I popped into the New York Times website this morning but the headlines were all so depressing, I just backed right out again. One good thing about getting older is that you're more philosophical about the cyclical nature of life. You've been through the peaks and valleys before and if you've learned anything at all, you know that the peaks hardly ever last and neither do the valleys.
It is terrible, of course, when you're one of the ones actually affected. The recession in which I personally suffered most occurred under President Reagan's watch. Jim and I were both laid off right before Thanksgiving; neither of us qualified for unemployment because we'd left Texas voluntarily (having no clue just how bad things were back home, although it wouldn't have mattered because the downturn hit Houston shortly after we left). The convenience store next to us had a job available and 50 people turned up to apply - for a minimum wage, part-time position as a cashier in a tiny town in rural Indiana. Thankfully, both sets of parents had resources enough to help us keep a roof over our heads and food on the table. We never had to apply for food stamps or any other type of public assistance. We garaged one of our cars so we didn't have to plate or insure it and hunkered down to wait the recession out.
The first job I took during those times was as a blood-drawer at the lab in the hospital. I learned through that experience that some people simply can't do some things. I couldn't stick people with needles....period.....end of story. After a week, I resigned (after having spent more on uniforms than I would earn). We would have to live without that paycheck no matter how badly we needed the money. I quit, not so much for myself, as for the patients in the hospital. Who would want someone with shaking hands and throbbing head and clenching stomach to be poking them with sharp objects?
Next, I ended up in the print shop of Huntington College. The job started out under a cloud because I lied about being a smoker in order to get hired. I would normally never have been willing to sacrifice my principles (or theirs) but desperate times call for desperate measures. At lunch time, I'd run full-tilt to my car and as soon as I was off the campus, I'd light up, sucking in the precious nicotine like a Hoover.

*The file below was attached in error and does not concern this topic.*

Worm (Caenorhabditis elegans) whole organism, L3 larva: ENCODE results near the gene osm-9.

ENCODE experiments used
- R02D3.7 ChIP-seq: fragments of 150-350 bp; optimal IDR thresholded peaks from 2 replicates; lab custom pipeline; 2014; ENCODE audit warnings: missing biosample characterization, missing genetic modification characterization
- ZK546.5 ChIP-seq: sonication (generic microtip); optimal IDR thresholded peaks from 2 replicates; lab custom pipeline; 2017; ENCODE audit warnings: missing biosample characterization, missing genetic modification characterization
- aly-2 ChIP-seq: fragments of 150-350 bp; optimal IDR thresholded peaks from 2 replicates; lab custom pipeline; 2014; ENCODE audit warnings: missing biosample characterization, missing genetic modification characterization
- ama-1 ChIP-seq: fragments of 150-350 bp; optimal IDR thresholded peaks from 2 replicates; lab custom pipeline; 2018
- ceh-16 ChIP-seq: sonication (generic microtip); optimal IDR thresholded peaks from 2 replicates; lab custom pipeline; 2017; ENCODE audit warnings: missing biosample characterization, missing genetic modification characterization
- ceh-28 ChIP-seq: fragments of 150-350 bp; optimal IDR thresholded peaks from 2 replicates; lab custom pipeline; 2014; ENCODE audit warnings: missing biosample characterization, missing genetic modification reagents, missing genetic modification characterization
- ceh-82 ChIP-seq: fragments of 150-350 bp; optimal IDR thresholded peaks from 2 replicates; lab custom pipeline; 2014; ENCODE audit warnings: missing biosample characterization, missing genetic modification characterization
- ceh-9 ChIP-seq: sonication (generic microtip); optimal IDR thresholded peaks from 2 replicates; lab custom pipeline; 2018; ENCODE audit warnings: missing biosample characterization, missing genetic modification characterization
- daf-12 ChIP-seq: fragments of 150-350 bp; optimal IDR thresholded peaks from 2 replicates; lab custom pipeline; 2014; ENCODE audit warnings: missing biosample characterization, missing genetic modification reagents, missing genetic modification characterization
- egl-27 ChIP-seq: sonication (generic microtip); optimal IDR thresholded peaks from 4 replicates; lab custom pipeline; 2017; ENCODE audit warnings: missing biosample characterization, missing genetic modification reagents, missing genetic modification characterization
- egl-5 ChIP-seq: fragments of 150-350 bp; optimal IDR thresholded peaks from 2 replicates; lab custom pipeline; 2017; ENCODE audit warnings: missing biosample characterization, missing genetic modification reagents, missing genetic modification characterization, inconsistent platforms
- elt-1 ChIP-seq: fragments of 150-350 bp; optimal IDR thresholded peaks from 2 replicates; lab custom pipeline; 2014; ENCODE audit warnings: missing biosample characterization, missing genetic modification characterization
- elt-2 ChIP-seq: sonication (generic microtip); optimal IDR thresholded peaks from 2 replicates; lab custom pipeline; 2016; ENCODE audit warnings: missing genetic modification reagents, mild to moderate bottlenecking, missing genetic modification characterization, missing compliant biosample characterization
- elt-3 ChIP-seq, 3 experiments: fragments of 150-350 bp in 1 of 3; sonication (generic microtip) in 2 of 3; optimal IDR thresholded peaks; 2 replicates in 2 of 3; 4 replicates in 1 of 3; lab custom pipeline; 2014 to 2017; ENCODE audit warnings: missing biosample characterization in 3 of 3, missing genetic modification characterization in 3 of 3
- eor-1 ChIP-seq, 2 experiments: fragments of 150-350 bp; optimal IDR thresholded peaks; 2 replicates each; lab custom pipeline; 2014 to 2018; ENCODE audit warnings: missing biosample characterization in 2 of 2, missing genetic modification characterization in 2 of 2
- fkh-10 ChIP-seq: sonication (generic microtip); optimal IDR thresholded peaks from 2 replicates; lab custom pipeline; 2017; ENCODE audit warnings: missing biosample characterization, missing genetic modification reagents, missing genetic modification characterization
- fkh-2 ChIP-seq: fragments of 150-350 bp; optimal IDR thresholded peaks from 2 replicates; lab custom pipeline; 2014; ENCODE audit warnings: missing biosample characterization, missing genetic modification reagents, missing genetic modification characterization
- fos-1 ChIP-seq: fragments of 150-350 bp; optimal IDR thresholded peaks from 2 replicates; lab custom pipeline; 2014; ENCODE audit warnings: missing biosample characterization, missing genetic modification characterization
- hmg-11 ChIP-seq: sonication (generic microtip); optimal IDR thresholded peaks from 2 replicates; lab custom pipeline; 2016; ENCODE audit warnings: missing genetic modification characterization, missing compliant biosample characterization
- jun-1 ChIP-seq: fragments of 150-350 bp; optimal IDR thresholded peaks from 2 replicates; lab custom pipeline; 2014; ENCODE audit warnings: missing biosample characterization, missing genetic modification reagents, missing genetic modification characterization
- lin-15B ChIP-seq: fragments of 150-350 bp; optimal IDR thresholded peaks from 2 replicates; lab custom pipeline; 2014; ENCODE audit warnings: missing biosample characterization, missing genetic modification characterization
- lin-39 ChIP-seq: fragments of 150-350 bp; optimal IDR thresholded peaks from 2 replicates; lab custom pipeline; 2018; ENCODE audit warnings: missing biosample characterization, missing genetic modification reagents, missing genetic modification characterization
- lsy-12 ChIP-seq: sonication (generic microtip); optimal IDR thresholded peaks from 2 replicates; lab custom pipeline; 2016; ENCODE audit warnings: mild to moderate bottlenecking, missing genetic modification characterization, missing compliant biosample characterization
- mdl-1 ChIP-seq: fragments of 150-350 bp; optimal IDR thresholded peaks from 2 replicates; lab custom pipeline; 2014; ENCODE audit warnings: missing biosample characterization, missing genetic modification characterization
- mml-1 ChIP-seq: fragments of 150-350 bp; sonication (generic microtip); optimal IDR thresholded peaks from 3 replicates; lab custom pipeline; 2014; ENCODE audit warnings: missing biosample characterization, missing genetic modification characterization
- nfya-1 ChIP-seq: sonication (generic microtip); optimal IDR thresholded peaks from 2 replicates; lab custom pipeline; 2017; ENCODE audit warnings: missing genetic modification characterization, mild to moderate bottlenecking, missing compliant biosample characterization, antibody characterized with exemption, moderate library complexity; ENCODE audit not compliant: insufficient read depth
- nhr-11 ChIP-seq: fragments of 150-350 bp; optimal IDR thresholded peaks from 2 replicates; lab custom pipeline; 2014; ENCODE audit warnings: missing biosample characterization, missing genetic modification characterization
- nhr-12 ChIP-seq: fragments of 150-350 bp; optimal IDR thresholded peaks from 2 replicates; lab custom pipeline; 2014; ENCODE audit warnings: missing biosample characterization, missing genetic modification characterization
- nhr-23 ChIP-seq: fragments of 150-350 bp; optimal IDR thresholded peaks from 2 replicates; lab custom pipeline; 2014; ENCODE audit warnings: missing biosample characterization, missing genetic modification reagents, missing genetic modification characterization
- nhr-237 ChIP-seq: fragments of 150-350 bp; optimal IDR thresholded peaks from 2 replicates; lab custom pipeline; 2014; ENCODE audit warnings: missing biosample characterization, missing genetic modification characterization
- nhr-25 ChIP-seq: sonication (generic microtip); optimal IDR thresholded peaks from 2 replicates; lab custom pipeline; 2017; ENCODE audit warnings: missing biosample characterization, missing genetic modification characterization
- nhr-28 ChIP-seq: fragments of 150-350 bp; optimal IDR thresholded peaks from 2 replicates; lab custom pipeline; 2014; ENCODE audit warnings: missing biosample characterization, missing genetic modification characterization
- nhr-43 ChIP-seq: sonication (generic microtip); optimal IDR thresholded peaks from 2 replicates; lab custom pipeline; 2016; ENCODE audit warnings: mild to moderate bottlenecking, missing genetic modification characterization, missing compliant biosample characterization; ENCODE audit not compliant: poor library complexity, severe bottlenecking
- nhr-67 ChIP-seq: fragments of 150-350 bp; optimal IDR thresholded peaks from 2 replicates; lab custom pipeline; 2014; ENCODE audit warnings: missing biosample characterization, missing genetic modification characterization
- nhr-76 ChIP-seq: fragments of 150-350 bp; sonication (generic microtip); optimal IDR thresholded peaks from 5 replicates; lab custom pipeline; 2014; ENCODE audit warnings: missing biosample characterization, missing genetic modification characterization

I loved the students at HC although I thought they lived in a fairy tale world. They'd all attended Christian pre-schools and Christian elementary schools and Christian high schools and now they were at this devoutly Christian college. Their views of life and history were so divergent from reality, they amazed me with some of their ideas. I wonder sometimes if they managed to remain in their protective shell all their lives. I suppose many of them grew up and went to church every Sunday and voted for George W Bush and watched NASCAR races and spouted contradictory statements like "hate the sin and love the sinner" about gays and somehow found a way to believe Jesus would condone torturing terrorists.
Eventually, the recession ended and we were back working at decent jobs again and the memory receded about how tough those times were. We rocked along during the Senior Bush administration (a slight blip on the economic radar screen but nothing really serious) and then came Clinton and the good times rolled when everyone who wanted a job could get one and the stock market went up and up and the rich got richer and so did the poor.
Evidently though the rich didn't get rich enough because under Bush Junior because we had to drastically lower their taxes so that now, while the rich got richer, the poor got poorer. And we spent lots of that money that we didn't have going to war in Afghanistan and Iraq so when a hurricane took one of the crown jewels of American cities, there wasn't enough left to rebuild it. And we created a huge, new, unaccountable government agency called the Department of Homeland Security (which sounds more like what you'd call shadowy part of a communist or fascist regime than an agency of the American government). And not many jobs were created and before it was over, even those few and more were lost. And the Dow is even lower than it was when Bush began. And we're about to lose the American auto industry.
And many of my younger friends, politically liberal types, are beside themselves, believing that the country is just this far from being totally destroyed. But I take it all in stride because I've seen it before and I know that this too shall pass.